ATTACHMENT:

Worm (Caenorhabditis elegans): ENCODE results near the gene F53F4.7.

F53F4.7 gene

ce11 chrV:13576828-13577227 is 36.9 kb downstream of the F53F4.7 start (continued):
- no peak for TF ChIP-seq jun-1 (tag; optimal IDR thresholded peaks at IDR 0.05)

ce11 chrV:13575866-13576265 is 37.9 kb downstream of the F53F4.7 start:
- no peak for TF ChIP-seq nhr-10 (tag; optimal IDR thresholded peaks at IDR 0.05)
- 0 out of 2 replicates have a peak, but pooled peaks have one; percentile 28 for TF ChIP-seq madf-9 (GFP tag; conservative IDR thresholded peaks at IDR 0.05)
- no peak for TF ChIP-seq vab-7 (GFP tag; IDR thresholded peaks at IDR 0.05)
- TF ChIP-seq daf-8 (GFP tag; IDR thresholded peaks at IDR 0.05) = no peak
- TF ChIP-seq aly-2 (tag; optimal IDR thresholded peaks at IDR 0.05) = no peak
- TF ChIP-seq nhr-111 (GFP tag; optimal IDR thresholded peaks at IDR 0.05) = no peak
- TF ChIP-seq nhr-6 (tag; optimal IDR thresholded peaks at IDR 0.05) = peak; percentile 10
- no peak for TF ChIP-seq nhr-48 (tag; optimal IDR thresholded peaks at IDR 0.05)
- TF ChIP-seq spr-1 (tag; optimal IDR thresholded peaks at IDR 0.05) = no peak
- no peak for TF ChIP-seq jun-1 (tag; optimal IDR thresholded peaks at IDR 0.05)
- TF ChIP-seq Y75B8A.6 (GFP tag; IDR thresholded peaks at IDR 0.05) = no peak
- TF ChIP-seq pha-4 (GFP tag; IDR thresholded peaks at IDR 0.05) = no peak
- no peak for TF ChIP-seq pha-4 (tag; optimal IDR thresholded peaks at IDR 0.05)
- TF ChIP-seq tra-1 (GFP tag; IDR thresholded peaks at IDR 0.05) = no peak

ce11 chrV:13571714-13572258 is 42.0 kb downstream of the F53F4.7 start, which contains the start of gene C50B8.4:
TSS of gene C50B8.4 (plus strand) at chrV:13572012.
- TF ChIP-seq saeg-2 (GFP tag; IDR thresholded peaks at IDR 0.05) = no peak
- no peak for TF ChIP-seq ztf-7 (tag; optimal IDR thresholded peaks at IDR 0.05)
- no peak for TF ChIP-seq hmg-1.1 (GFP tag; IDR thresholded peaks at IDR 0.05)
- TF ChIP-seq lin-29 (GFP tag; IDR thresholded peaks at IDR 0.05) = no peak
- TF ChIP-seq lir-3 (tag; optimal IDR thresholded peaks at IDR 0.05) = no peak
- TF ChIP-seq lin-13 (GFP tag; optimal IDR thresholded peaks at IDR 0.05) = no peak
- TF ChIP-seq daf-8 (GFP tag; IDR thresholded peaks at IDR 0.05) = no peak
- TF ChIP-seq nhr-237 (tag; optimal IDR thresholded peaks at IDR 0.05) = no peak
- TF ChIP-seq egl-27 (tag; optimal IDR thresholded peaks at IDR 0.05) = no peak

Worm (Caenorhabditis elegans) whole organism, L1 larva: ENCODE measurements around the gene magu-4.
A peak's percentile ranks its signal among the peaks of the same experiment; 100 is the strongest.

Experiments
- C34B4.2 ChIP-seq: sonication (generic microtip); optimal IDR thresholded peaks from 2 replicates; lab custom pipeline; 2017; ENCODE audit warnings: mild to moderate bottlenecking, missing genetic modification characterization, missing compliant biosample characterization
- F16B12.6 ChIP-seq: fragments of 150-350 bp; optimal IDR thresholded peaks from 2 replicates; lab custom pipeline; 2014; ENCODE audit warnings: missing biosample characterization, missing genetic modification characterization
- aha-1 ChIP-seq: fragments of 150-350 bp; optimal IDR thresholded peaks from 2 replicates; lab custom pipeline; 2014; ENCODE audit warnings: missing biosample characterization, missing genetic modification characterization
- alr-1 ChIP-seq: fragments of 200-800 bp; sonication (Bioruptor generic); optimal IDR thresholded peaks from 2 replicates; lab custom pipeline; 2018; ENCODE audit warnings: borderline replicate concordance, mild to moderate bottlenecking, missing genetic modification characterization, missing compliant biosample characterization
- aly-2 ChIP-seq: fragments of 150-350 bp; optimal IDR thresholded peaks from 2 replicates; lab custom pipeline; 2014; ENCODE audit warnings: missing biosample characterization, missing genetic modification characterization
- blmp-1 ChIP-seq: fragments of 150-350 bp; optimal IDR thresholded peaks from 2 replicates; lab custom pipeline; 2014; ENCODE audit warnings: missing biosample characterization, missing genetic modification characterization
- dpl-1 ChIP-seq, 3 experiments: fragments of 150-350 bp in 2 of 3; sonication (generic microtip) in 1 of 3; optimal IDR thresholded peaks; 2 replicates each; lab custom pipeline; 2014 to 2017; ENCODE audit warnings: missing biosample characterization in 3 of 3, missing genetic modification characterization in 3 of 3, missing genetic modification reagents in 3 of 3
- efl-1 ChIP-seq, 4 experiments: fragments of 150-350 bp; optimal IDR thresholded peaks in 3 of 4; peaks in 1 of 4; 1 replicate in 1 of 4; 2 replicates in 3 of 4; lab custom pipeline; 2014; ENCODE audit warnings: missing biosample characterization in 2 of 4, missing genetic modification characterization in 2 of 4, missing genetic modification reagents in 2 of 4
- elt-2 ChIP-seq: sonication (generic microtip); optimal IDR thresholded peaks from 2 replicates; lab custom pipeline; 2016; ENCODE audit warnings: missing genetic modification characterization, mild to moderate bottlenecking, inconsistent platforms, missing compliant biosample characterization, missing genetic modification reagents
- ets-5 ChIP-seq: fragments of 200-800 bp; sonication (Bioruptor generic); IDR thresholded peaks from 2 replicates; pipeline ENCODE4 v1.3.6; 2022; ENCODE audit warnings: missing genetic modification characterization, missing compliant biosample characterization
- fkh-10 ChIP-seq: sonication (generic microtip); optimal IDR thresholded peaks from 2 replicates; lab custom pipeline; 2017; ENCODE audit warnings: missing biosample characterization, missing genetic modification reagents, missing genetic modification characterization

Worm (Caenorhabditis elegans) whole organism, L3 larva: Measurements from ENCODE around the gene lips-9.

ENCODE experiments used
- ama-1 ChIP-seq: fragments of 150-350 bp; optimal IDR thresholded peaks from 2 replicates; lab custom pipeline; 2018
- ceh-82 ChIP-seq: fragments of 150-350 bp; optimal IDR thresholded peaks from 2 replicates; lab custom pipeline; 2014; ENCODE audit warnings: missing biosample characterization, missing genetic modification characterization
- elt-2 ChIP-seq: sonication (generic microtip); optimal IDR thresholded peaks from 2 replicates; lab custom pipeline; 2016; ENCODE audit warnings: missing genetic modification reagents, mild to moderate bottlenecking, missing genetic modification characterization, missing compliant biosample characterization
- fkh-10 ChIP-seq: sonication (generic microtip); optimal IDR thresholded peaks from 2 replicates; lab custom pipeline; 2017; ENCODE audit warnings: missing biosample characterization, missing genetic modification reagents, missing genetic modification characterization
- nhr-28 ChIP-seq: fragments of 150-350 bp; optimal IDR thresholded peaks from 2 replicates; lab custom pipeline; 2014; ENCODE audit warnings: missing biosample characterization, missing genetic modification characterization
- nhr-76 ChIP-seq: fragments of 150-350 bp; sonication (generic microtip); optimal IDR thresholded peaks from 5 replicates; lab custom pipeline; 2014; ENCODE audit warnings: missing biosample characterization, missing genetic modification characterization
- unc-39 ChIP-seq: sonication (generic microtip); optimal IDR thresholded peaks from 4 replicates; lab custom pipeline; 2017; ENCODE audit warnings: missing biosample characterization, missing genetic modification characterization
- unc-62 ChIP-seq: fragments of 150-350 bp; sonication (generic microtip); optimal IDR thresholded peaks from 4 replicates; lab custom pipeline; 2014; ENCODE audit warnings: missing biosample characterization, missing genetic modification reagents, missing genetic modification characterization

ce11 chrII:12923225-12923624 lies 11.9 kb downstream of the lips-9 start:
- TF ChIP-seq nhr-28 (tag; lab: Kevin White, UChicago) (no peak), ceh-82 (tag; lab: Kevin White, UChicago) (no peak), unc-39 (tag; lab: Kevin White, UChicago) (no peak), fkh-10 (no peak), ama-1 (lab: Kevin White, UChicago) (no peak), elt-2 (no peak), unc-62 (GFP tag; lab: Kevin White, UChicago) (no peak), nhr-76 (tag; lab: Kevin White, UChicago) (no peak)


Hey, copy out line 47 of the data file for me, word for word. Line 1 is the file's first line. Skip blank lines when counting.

- ama-1 ChIP-seq: fragments of 150-350 bp; optimal IDR thresholded peaks from 2 replicates; lab custom pipeline; 2018